4. The “Action” in each lesson is typically a short assignment forcing(and I mean that in the nicest way) the student to use the new tool or idea.  The misty photo above with Kim’s quote is an example of one of my actions.  I used Canva to turn a photograph from one of my bike rides into a cool tweet.

Eduro has many offerings.  If you are someone interested in becoming a coach, then the possibilities are almost endless.  For a classroom or subject specific teacher who is content to stay where he or she is, then perhaps some of the other course offerings would be of more interest.  The MastermindEd series has offerings focused on things like social justice, inclusion, sustainability, and service learning.  There are courses on Women Who Lead, and you could even sign up for personal mentoring.

Eduro has been a great option for me.  The self-paced format offers me the flexibility I love.  In addition, the lessons are easy to navigate, they can be stopped and started at the users convenience.  Also, because courses are taught by actual teachers the material, resources, and course work is all relevant and instantly accessible for your own teaching.  Give Eduro a shot the next time you’re looking to up your game.

Image Credit:

“Digital Literacy in a Connected Classroom.” Eduro Learning,

Health and Fitness

Data Analysis

Observations After Week 1


Man, I feel like this is some kind of super scientific approach to my well being.  For one thing, I have never used so many apps and extensions to chart my progress.  Some of them are necessary just for the ability to consolidate data in a way that I can share, RunGap for example. Others are just an easier way to track things, like MyfitnessPal and Strava.  I will attempt to explain as I go along…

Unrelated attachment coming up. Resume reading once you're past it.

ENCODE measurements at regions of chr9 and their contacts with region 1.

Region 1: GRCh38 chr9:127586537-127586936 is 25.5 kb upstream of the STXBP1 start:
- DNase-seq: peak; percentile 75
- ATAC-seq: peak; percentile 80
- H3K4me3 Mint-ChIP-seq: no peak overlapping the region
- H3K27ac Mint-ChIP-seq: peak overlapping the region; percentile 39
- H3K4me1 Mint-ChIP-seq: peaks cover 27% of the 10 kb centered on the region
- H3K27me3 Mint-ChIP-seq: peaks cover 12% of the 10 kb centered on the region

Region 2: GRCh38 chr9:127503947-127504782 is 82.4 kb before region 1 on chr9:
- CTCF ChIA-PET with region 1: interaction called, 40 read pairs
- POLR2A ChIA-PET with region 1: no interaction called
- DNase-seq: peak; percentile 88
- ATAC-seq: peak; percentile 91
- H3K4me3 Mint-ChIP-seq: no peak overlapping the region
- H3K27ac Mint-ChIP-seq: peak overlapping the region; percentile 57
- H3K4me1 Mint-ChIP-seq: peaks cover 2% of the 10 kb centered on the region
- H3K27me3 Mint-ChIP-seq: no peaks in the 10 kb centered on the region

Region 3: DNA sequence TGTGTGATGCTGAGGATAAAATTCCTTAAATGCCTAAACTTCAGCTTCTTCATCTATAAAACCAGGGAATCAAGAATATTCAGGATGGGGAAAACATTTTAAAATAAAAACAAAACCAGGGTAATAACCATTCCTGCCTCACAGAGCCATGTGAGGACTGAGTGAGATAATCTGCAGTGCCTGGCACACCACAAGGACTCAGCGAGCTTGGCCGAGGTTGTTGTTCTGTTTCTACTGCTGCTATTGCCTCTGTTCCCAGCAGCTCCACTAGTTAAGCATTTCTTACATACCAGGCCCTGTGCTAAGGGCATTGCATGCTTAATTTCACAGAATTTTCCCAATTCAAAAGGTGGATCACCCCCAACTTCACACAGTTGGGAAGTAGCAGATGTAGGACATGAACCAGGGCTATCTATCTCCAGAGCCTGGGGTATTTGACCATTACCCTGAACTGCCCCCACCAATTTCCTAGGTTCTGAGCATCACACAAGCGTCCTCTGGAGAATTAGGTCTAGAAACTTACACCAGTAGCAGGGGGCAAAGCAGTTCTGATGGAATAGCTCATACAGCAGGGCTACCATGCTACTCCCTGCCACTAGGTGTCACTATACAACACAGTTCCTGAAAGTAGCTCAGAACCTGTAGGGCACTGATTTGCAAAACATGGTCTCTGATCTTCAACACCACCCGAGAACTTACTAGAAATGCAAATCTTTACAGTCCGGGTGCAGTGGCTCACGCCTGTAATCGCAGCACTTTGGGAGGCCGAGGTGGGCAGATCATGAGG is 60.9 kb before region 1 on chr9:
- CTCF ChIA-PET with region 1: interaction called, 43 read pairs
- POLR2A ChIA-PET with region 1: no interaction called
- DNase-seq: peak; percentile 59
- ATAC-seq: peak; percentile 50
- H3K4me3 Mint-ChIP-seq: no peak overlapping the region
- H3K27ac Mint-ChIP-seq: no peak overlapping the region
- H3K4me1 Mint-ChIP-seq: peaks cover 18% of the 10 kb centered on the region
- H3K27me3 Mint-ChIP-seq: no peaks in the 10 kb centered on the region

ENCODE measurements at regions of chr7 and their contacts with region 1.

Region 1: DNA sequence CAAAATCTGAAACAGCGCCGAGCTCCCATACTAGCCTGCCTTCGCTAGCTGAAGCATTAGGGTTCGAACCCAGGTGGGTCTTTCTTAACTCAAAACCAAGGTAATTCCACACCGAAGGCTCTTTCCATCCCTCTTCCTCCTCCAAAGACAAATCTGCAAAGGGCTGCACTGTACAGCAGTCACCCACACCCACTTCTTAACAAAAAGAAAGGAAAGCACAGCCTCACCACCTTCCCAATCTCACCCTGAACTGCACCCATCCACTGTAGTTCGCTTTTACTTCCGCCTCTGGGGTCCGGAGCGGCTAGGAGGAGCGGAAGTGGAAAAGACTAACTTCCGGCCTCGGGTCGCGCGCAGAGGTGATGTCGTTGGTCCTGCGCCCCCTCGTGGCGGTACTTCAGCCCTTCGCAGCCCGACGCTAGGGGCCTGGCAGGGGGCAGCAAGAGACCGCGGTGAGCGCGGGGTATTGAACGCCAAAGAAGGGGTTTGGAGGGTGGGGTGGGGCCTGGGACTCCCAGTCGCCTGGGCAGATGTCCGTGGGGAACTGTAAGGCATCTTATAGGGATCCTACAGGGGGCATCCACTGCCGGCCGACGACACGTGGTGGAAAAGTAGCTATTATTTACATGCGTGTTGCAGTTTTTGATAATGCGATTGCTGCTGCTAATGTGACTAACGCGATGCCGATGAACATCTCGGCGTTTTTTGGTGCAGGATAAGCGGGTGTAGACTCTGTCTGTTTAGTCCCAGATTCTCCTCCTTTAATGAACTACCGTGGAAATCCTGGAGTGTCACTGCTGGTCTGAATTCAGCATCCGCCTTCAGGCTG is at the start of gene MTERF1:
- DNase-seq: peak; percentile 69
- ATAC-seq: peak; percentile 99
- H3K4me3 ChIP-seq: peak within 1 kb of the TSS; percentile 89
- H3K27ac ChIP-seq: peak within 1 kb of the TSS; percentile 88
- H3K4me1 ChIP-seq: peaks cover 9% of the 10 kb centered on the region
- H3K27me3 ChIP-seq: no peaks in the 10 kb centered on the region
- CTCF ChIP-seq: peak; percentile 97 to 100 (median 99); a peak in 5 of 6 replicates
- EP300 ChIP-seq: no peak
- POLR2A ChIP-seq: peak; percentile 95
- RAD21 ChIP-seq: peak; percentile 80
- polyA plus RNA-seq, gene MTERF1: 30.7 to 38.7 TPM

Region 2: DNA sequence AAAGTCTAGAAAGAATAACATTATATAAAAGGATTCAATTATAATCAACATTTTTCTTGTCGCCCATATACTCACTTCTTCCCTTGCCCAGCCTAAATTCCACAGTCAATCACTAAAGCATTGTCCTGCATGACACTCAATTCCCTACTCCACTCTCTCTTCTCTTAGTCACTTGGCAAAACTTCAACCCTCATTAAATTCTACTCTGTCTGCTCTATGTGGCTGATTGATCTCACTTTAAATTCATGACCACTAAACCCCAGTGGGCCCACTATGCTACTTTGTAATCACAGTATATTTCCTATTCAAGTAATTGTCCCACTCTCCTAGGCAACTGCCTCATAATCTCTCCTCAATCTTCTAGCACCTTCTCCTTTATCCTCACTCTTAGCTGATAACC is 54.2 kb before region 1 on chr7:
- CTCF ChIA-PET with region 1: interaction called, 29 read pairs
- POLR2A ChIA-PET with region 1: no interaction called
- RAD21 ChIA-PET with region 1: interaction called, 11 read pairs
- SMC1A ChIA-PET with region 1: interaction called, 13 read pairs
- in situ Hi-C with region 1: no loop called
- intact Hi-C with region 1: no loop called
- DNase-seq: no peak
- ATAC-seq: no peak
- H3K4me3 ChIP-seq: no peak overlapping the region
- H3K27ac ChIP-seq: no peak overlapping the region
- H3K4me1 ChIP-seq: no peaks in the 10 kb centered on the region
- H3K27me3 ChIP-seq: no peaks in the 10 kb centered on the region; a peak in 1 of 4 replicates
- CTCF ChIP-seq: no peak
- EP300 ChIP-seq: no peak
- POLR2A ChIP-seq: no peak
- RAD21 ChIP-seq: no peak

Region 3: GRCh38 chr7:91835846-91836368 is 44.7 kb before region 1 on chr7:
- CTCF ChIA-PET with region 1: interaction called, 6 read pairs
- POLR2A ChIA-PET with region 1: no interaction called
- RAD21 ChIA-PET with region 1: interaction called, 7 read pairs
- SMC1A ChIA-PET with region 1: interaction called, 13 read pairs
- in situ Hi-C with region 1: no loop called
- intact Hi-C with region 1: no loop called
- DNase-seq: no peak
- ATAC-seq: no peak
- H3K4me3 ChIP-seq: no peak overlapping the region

Week 1 

A few days before launch I tweaked my back really good.  I was spinning and felt a twinge.  I’ve had enough experience with myself to know that the best way to lose 3 weeks of training is to continue doing whatever it is I am doing at the time.  So, I got off the bike, laid on the floor, stretched, took some ibuprofen, iced, and proceeded to lose the ability to lift my leg high enough to put on my underwear.  Two trips to Dr. Bob(Avenues of Health Chiropractic) and some rest, and I was able to launch the physical part of my plan on Monday, the 4th(Diet changes started on the 1st as planned).


I typically use Strava to track my progress on outdoor bicycle rides.  It is an absolute video game for biking and will get it’s own page here in the future.  It maps your rides, allows you to compare yourself with others who have ridden any part of the route, and let’s you know how you did against your greatest rival, you.  Unfortunately, it is not ideal for stationary bikes.  So, when I spin in the winter, because it’s so much harder to wipe out on a 150 pound spin bike, traffic is always light in the garage, and I know exactly when I’m going to get home-when I swing my leg back over the seat- I use my apple watch and my Garmin to track my levels.  I use the Garmin, as mentioned in my “Forward to the Past” to track my effort while spinning.  I use the Apple watch for the data after spinning.  Why, you ask?  Simple…I lost the cord to attach the Garmin to my computer, duh.